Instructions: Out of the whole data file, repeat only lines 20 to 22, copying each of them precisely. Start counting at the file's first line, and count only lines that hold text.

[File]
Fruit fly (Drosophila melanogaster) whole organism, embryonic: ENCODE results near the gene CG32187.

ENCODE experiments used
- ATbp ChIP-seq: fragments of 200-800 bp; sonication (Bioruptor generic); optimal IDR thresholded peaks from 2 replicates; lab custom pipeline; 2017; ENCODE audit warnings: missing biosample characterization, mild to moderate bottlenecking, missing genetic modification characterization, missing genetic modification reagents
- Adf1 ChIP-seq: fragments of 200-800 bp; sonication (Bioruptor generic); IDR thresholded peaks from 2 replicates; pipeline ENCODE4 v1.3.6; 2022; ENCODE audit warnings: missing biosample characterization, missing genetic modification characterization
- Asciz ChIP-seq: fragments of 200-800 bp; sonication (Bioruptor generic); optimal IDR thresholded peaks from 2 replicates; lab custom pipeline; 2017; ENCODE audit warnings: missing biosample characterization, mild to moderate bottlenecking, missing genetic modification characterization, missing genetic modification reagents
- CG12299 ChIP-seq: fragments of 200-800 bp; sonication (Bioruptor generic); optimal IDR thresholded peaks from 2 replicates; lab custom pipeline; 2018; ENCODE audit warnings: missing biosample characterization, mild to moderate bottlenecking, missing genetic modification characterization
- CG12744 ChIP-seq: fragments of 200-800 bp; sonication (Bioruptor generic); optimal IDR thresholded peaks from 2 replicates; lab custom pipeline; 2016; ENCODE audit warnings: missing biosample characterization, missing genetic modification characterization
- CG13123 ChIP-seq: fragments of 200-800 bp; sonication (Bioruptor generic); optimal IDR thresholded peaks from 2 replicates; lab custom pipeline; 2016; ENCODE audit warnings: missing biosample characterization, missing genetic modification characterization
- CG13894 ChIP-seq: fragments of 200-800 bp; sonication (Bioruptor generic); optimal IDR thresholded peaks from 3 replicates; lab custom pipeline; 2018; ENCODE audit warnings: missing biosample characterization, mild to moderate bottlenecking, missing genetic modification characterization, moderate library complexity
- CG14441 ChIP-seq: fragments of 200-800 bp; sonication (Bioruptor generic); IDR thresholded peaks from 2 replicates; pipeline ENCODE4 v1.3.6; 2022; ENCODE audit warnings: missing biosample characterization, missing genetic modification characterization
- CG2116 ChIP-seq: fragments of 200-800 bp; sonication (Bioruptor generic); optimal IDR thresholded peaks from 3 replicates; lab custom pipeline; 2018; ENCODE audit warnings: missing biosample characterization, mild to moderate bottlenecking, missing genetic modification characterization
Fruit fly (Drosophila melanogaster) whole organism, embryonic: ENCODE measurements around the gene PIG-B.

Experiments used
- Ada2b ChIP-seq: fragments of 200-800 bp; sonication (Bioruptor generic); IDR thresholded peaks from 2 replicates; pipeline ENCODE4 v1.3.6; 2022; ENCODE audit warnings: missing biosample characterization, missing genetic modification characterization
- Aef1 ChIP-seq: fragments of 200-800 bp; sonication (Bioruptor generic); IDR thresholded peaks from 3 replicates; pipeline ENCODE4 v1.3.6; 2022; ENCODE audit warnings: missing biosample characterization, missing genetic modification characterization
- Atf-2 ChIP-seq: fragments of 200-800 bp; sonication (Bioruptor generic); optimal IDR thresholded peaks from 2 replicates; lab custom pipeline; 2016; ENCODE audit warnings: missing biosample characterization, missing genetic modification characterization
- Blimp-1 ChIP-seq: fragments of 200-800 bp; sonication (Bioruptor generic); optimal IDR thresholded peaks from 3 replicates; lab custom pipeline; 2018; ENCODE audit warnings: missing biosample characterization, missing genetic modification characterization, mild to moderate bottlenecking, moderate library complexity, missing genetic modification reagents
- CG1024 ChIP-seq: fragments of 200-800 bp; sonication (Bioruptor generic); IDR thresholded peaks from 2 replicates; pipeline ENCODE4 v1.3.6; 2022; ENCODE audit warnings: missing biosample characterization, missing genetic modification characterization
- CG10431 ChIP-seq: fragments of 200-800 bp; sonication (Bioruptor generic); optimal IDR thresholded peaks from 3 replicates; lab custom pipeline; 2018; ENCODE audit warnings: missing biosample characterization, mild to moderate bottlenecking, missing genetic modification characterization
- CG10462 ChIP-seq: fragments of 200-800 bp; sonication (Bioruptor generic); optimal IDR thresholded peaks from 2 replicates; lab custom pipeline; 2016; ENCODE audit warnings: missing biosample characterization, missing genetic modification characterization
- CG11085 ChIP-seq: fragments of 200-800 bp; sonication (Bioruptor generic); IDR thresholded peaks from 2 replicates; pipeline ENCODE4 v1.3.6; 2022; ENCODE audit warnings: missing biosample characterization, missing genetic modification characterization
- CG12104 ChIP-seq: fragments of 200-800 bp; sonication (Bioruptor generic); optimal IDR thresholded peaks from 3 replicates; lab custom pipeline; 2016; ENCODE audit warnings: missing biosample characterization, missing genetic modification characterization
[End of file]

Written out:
- CG10462 ChIP-seq: fragments of 200-800 bp; sonication (Bioruptor generic); optimal IDR thresholded peaks from 2 replicates; lab custom pipeline; 2016; ENCODE audit warnings: missing biosample characterization, missing genetic modification characterization
- CG11085 ChIP-seq: fragments of 200-800 bp; sonication (Bioruptor generic); IDR thresholded peaks from 2 replicates; pipeline ENCODE4 v1.3.6; 2022; ENCODE audit warnings: missing biosample characterization, missing genetic modification characterization
- CG12104 ChIP-seq: fragments of 200-800 bp; sonication (Bioruptor generic); optimal IDR thresholded peaks from 3 replicates; lab custom pipeline; 2016; ENCODE audit warnings: missing biosample characterization, missing genetic modification characterization